Ganse Mystérieuse Ring: On this multi-dimensional creation reminiscent of a belt buckle, the emerald-cut stone is mounted in a raised setting, topping a ring body that is in buff-topped and Mystery Set with rubies and pink sapphires.

Collerette Mystérieuse Transformable Necklace And Ring: Like a couture-inspired collar, this graphic necklace drapes lightly on the neck. Alternating rows of diamonds and Traditional Mystery Set rubies, it is edged with a line of pink sapphires and square-cut diamonds that evoke delicate lace. The largest diamond can be detached to adorn a ring, while an Individual Mystery Set ruby design can replace the pendant.

Lacis Mystérieux Bracelet and Lacis Mystérieux Ring:

In the centre of the bracelet, the perfect symmetry of the composition contrasts with the curvature of the soft pink bows, each tied in a different way. This attention to detail is also revealed in the way the ribbons sometimes pass above and sometimes below the rubies. The same impression of natural fluidity is expressed in the ring’s structure.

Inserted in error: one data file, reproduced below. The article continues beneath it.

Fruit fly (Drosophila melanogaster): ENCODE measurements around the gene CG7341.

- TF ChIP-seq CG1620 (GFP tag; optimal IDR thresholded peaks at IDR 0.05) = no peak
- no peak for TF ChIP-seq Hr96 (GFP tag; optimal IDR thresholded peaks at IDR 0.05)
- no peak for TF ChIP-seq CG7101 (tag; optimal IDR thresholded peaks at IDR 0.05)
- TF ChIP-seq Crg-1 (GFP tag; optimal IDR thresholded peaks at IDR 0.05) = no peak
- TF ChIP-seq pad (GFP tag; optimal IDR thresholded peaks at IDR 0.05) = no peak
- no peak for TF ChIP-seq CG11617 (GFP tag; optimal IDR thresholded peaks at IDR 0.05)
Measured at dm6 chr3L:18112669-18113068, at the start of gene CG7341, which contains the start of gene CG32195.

Double Ruban Mystérieux Clip and Passementerie Mystérieuse Ring: The Double Ruban Mystérieux clip and Passementerie Mystérieuse ring provide striking effects of colour and materials. Combining white gold, rose gold, and precious stones, these two creations seem as supple as fabric. While the clip is composed of several layers of gems superimposed in a display of curves and counter-curves, the ring evokes a sense of movement with its gently fluttering end.

Entrelacs Mystérieux Bracelet: Two generous Asscher-cut diamonds face each other and the buff-topped sapphire surface — polished on the visible part — gives the piece a silky look that is enhanced by rows of diamonds snaking across the bracelet. They intertwine, alternating round and baguette-cut diamonds to surprise and dazzle the eye.

Écho Mystérieux Earrings With Detachable Pendants and Écho Mystérieux Ring: The set features three diamonds: a pair of 12.65 and 12.61 carats and a 25.06-carat stone. The latter are assembled using the Traditional Mystery Set technique and their surface is buff-topped, accenting the pieces’ velvety look.

Images courtesy of Van Cleef & Arpels, artwork by Curatedition. All rights reserved.

Related Links:

Van Cleef & Arpels: A Spring Flutter

Van Cleef & Arpels: Time to Get Lucky